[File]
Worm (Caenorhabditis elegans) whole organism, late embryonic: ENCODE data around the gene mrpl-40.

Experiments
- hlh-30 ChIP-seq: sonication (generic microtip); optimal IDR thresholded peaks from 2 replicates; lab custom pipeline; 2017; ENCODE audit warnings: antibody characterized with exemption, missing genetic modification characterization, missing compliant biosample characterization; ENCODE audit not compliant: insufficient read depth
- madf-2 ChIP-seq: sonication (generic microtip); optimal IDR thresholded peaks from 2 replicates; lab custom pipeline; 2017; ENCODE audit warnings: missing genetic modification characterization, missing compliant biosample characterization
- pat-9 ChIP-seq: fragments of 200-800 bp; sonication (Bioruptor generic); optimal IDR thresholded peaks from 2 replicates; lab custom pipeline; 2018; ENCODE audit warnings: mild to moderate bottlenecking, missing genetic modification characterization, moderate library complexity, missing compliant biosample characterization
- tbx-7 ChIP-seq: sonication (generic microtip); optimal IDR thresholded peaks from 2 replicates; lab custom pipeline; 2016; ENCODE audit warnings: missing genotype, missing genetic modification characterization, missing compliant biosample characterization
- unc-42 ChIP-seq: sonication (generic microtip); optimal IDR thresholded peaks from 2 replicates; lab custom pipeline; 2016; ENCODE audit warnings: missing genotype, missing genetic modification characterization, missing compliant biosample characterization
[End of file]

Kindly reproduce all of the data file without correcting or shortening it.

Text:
Worm (Caenorhabditis elegans) whole organism, late embryonic: ENCODE data around the gene mrpl-40.

Experiments
- hlh-30 ChIP-seq: sonication (generic microtip); optimal IDR thresholded peaks from 2 replicates; lab custom pipeline; 2017; ENCODE audit warnings: antibody characterized with exemption, missing genetic modification characterization, missing compliant biosample characterization; ENCODE audit not compliant: insufficient read depth
- madf-2 ChIP-seq: sonication (generic microtip); optimal IDR thresholded peaks from 2 replicates; lab custom pipeline; 2017; ENCODE audit warnings: missing genetic modification characterization, missing compliant biosample characterization
- pat-9 ChIP-seq: fragments of 200-800 bp; sonication (Bioruptor generic); optimal IDR thresholded peaks from 2 replicates; lab custom pipeline; 2018; ENCODE audit warnings: mild to moderate bottlenecking, missing genetic modification characterization, moderate library complexity, missing compliant biosample characterization
- tbx-7 ChIP-seq: sonication (generic microtip); optimal IDR thresholded peaks from 2 replicates; lab custom pipeline; 2016; ENCODE audit warnings: missing genotype, missing genetic modification characterization, missing compliant biosample characterization
- unc-42 ChIP-seq: sonication (generic microtip); optimal IDR thresholded peaks from 2 replicates; lab custom pipeline; 2016; ENCODE audit warnings: missing genotype, missing genetic modification characterization, missing compliant biosample characterization